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Your data will not be shared with a third party other than for the purpose of completing the service which you have applied for. 

Phone 0800 1223 170

to make a telephone application

Lines open: Mon - Fri 9am- 5:30pm

Phone 0800 1223 170

to make a telephone application

Lines open: Mon - Fri 9am- 5:30pm

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Copyright 2016 by Pension Tracing Service ® 

This service is not affiliated with the Department of Work and Pensions or any government body. The Pension Tracing Service does not offer financial advice to our clients. However we can allocate you an Authorised and Regulated Pension Specialist. 

Copyright 2016 by Pension Tracing Service ® 

This service is not affiliated with the Department of Work and Pensions or any government body. The Pension Tracing Service does not offer financial advice to our clients. However we can allocate you an Authorised and Regulated Pension Specialist. 

Final Salary

Final Salary

In the UK an estimated 8.5 million people have a final salary pension scheme. Final salary schemes are also known as defined benefit schemes. With this type scheme, your pension will be a set percentage of your final salary depending on length of service with the company. The pension received will be based on a fraction of the money taken into account by the scheme at retirement. The size of the fraction is depends upon your length of service.

Years of service

The most common used fractions are one-sixtieth or one-eightieth for each year of service. For example, anybody in a final salary pension scheme based on sixtieths between the ages of 25 and 65 would be entitled to a pension of two-thirds of their final salary (this is the maximum permissible). Obviously, fewer years of service means a smaller pension, so retiring early generally means a reduced pension. Private sector schemes may offer the option of exchanging part of your pension for a tax-free lump sum.

Final salary schemes

Final salary schemes sometimes provide members with other features as well as a pension at retirement; such as the option to exchange some pension for a tax-free cash sum; life assurance cover; survivor’s and children’s pensions after the member’s death; ill-health early retirement; the option to pay additional voluntary contributions (AVCs) to buy additional benefits; contracted-in or contracted-out of the state second pension. As fewer and fewer people today remain with the same company throughout their working lives, if you leave the company, the benefits in the scheme can either be left as a deferred pension (provided you have been in the scheme for two years or more) or the pension could be transferred into another scheme. It is always a good idea to take financial advice before considering transferring a pension.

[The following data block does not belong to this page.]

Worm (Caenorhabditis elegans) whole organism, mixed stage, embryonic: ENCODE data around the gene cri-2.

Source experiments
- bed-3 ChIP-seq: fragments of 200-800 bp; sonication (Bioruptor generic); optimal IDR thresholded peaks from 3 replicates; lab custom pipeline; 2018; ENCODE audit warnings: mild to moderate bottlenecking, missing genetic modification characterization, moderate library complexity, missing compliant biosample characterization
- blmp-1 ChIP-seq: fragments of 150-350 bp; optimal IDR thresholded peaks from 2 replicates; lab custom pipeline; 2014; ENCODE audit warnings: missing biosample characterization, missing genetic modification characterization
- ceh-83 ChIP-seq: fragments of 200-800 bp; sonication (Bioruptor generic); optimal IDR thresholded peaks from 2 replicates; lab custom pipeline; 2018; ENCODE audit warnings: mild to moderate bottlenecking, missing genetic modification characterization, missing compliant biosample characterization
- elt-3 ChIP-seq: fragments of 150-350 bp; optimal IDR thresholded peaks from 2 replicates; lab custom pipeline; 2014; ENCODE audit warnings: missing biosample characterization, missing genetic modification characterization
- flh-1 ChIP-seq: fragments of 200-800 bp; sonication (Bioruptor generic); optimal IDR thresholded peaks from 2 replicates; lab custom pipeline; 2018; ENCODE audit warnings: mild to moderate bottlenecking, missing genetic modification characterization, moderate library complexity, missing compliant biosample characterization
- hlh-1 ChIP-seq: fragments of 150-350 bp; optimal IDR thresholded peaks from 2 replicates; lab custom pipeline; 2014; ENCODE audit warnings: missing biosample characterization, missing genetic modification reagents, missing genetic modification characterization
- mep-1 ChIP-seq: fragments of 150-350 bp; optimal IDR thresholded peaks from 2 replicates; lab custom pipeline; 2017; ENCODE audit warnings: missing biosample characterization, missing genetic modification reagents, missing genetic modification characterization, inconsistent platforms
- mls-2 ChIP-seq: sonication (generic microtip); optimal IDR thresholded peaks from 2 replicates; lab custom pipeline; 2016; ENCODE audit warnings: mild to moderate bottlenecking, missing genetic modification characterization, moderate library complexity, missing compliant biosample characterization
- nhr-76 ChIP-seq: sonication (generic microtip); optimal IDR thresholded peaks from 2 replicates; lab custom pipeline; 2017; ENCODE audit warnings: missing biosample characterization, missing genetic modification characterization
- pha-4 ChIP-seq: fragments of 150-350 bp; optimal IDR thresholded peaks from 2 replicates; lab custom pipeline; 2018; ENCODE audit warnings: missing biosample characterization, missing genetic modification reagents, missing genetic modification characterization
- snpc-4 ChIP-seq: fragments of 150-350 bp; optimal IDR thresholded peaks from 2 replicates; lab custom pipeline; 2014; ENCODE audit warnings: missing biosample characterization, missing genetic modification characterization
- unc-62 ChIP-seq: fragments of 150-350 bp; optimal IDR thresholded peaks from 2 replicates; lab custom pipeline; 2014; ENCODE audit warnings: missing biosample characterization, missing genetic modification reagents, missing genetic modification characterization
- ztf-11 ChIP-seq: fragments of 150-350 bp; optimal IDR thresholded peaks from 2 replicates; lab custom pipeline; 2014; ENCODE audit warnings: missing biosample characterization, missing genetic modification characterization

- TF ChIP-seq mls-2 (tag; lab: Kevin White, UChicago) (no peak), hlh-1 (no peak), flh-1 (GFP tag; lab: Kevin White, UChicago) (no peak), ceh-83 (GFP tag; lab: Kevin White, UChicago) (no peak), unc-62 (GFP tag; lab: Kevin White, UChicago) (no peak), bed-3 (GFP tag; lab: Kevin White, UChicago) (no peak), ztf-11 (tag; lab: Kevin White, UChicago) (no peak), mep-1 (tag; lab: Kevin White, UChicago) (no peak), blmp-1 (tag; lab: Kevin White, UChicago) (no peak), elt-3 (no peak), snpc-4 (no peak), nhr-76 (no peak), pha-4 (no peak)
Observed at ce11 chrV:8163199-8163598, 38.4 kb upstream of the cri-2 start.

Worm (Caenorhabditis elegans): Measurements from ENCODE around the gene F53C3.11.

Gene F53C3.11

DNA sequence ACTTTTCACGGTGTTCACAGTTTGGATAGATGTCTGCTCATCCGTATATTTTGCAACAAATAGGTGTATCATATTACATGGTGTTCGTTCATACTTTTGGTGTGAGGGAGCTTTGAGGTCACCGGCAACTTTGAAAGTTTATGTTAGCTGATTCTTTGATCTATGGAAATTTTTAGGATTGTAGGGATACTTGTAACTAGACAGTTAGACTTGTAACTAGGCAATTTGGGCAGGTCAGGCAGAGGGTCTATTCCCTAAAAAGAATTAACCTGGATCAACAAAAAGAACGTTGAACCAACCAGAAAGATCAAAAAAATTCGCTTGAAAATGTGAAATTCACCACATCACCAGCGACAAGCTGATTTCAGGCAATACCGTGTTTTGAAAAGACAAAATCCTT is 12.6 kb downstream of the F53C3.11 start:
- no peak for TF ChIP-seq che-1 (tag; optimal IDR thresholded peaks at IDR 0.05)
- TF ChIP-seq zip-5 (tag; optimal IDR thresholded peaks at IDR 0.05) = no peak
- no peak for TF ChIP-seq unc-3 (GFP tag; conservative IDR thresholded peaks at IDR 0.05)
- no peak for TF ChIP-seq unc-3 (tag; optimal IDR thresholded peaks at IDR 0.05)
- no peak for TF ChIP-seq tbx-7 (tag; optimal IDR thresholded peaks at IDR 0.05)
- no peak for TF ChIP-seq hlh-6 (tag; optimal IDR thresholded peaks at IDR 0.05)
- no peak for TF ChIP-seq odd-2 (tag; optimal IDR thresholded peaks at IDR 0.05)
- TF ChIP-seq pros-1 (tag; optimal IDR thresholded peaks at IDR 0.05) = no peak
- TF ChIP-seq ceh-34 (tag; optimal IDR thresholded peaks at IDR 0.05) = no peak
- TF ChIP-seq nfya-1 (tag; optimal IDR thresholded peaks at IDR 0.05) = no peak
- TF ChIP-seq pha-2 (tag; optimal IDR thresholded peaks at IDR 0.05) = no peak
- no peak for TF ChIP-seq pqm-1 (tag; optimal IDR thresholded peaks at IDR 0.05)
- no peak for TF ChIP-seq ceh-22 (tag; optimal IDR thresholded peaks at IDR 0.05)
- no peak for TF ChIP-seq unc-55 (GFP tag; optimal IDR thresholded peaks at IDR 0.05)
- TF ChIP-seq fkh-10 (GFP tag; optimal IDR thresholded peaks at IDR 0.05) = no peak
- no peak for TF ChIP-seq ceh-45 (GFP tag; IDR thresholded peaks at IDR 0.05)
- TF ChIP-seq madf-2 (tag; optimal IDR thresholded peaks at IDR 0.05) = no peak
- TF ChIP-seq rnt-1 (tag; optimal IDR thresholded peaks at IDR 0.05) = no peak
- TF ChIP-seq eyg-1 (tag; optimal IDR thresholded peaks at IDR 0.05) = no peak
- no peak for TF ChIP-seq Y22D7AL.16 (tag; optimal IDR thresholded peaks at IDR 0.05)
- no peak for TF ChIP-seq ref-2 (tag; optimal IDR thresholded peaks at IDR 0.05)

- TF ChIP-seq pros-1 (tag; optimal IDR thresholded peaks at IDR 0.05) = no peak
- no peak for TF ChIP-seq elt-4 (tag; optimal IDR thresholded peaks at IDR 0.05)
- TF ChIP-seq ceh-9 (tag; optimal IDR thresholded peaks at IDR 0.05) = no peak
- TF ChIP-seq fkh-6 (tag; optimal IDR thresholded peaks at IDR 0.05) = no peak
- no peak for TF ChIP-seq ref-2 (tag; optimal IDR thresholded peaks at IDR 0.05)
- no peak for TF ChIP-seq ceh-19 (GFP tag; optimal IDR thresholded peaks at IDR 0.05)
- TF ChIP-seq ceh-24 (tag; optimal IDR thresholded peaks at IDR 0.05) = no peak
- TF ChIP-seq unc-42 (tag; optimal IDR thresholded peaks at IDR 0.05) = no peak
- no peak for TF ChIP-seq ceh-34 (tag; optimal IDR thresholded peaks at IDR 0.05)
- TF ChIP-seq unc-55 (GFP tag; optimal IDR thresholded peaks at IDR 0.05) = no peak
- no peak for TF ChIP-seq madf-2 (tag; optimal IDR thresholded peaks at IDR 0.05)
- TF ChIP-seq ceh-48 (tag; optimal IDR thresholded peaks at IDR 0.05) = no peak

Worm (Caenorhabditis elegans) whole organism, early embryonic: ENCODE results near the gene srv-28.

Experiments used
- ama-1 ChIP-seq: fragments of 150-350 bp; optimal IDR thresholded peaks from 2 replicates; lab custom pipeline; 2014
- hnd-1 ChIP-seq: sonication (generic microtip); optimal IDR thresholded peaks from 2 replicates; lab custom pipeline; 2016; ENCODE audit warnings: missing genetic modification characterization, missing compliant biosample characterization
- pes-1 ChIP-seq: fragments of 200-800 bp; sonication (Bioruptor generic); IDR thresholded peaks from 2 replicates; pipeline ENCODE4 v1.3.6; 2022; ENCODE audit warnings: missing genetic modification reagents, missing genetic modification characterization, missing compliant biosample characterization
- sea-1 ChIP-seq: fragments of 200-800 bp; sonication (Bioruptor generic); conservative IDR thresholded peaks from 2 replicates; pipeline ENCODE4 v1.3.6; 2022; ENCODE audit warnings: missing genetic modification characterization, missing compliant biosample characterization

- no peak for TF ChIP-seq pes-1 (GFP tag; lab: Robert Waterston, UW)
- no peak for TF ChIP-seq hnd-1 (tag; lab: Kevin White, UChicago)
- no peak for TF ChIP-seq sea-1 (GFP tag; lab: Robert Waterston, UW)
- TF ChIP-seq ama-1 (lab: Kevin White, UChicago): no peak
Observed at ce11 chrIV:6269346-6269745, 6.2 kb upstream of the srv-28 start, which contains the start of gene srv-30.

In the UK an estimated 8.5 million people have a final salary pension scheme. Final salary schemes are also known as defined benefit schemes. With this type scheme, your pension will be a set percentage of your final salary depending on length of service with the company. The pension received will be based on a fraction of the money taken into account by the scheme at retirement. The size of the fraction is depends upon your length of service.

Years of service

The most common used fractions are one-sixtieth or one-eightieth for each year of service. For example, anybody in a final salary pension scheme based on sixtieths between the ages of 25 and 65 would be entitled to a pension of two-thirds of their final salary (this is the maximum permissible). Obviously, fewer years of service means a smaller pension, so retiring early generally means a reduced pension. Private sector schemes may offer the option of exchanging part of your pension for a tax-free lump sum.

Final salary schemes

Final salary schemes sometimes provide members with other features as well as a pension at retirement; such as the option to exchange some pension for a tax-free cash sum; life assurance cover; survivor’s and children’s pensions after the member’s death; ill-health early retirement; the option to pay additional voluntary contributions (AVCs) to buy additional benefits; contracted-in or contracted-out of the state second pension. As fewer and fewer people today remain with the same company throughout their working lives, if you leave the company, the benefits in the scheme can either be left as a deferred pension (provided you have been in the scheme for two years or more) or the pension could be transferred into another scheme. It is always a good idea to take financial advice before considering transferring a pension.

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